Using the Talk Science Primer in a Chemistry Classroom

TERC: Talk Science Primer

While attending a professional development session last year I was introduced to the Talk Science Primer, developed by the Inquiry Project and TERC. Although the research and sample population targeted educators and students grades three through five, I decided to review the material to analyze if it had any value in a chemistry classroom.

According to the Talk Science Primer there are seven elements of academically productive talk:

1. A belief that students can do it

2. Well-established ground rules

3. Clear academic purpose

4. Deep understanding of the academic content

5. A framing question and follow-up questions

6. An appropriate talk format

7. A set of strategic “talk moves”

After reviewing the research as well as the resources provided with the Talk Science Primer, it was apparent that this instructional approach could be used in any classroom, and not just in science. Immediately, what I found to be essential to my instructional approach was the set of “talk moves” identified from the Primer. I have always felt comfortable allowing various talk formats to occur throughout an instructional period however I struggle with the transition of opening up a conversation to the entire class, as opposed to a few individuals. What I realized from reviewing the Talk Science Primer is that the teacher talk moves, the manner in which questions are carefully selected, can increase student participation, explication, and reasoning. Although you never know the direction the discussion may go, I have found that you can plan the types of questions you expect by reviewing your students’ misconceptions and prior knowledge. If all of the elements of academically productive talk are in place, as described by the Talk Science Primer, then your students are ready to have a meaning discussion with the teacher in the facilitator role as opposed to a lecturer.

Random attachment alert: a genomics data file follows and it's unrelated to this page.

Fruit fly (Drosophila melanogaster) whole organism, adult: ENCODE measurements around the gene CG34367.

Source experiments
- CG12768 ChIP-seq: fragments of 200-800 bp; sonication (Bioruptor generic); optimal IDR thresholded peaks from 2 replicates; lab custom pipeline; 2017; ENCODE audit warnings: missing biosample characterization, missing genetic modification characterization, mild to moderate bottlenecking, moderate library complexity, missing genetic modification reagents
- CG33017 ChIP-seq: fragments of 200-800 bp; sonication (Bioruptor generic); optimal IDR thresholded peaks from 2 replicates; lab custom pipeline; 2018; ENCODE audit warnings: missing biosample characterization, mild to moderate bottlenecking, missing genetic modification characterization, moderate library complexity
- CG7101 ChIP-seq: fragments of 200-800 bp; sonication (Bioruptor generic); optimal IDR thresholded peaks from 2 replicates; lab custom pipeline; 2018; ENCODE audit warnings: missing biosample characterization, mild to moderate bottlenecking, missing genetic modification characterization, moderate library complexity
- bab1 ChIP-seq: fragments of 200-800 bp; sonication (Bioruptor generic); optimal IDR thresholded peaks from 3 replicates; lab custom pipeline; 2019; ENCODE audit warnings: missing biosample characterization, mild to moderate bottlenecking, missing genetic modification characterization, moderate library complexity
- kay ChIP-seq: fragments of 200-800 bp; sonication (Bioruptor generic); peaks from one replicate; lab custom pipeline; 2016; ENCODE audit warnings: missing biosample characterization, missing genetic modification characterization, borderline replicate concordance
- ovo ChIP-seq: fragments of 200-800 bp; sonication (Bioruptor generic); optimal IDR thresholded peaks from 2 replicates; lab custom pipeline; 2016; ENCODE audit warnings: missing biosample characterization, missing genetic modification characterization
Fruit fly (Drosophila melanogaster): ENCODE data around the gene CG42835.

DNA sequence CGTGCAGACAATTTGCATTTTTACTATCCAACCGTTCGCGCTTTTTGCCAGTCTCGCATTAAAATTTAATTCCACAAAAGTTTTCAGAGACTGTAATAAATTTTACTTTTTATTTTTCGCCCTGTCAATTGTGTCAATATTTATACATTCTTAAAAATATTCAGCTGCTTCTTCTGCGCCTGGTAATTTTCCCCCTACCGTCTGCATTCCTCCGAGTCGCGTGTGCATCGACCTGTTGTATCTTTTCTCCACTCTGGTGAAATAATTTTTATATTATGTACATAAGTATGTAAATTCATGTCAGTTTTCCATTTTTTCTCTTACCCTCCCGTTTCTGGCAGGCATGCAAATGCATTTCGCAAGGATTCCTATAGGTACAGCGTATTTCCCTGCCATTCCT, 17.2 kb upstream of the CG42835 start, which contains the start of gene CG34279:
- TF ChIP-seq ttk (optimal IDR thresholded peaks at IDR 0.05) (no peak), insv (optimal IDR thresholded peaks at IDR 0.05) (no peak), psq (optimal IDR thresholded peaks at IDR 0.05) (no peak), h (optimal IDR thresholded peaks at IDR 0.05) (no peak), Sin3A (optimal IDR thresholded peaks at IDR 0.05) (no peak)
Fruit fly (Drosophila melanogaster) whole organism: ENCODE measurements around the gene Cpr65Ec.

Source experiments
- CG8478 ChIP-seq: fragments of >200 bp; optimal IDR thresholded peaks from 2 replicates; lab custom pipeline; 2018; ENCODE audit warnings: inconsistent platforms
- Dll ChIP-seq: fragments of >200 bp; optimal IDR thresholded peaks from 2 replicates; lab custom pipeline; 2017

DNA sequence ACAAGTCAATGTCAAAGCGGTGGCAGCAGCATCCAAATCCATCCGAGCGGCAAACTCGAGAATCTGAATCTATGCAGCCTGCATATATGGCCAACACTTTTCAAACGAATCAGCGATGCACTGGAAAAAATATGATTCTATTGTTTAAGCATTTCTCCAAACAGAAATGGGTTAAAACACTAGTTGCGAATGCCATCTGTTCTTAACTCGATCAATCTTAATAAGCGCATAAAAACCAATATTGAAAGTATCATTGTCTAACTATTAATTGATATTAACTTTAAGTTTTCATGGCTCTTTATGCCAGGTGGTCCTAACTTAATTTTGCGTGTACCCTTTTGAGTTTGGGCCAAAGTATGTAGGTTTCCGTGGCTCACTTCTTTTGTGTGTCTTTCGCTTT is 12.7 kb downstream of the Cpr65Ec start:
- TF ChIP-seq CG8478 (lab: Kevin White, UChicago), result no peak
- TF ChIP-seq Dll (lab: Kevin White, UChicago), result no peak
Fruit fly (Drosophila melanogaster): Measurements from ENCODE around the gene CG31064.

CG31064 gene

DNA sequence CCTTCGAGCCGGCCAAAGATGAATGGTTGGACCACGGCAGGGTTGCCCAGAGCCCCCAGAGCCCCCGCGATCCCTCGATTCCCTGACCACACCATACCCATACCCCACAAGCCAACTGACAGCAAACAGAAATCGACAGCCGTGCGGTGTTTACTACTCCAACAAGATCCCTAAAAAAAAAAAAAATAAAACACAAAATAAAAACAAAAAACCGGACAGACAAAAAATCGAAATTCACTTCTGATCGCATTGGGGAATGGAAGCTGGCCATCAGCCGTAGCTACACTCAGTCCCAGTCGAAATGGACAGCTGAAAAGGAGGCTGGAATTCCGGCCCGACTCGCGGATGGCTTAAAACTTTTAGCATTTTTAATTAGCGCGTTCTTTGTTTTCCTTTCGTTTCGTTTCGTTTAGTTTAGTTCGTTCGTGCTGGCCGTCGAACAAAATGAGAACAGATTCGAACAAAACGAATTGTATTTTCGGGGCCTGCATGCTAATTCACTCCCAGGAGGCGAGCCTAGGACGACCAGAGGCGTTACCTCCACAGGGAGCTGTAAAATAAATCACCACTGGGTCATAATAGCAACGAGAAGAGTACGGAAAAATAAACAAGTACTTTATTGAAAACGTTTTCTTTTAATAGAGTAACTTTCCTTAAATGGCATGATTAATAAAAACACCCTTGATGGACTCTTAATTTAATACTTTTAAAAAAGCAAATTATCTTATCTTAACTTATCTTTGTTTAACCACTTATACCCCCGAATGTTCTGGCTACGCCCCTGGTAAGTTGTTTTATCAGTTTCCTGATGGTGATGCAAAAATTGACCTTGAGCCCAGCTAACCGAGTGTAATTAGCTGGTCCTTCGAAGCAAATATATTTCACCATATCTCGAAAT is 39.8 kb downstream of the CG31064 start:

The Talk Science Primer has transformed discussions in my class, however it hasn’t been without its challenges. Students may not be acclimated to discussions not led by the teacher so there may be some initial resistance. Also they may be concerned about whether or not the perceived correct answer has been identified as a result of the discussion. Even with these concerns, it is crucial to stay true to the Primer and support your students with specific norms that will allow their discussions to be engaging and successful. In addition it is just as important to be supportive of the students as they may be working through this discussion process for the first time.  

The Talk Science Primer reaffirms the importance of engaging dialogue in all classrooms as well as how to create an environment that supports facilitated discussion. It has revolutionized my class environment and I encourage everyone to review the material to determine if it can be applied in your class as well.

Goals for productive discussions

Talk Science Primer




Asking questions and defining problems in grades 9–12 builds from grades K–8 experiences and progresses to formulating, refining, and evaluating empirically testable questions and design problems using models and simulations.


Asking questions and defining problems in grades 9–12 builds from grades K–8 experiences and progresses to formulating, refining, and evaluating empirically testable questions and design problems using models and simulations.

questions that challenge the premise(s) of an argument, the interpretation of a data set, or the suitability of a design.

Assessment Boundary:

Scientific questions arise in a variety of ways. They can be driven by curiosity about the world (e.g., Why is the sky blue?). They can be inspired by a model’s or theory’s predictions or by attempts to extend or refine a model or theory (e.g., How does the particle model of matter explain the incompressibility of liquids?). Or they can result from the need to provide better solutions to a problem. For example, the question of why it is impossible to siphon water above a height of 32 feet led Evangelista Torricelli (17th-century inventor of the barometer) to his discoveries about the atmosphere and the identification of a vacuum.

Questions are also important in engineering. Engineers must be able to ask probing questions in order to define an engineering problem. For example, they may ask: What is the need or desire that underlies the problem? What are the criteria (specifications) for a successful solution? What are the constraints? Other questions arise when generating possible solutions: Will this solution meet the design criteria? Can two or more ideas be combined to produce a better solution?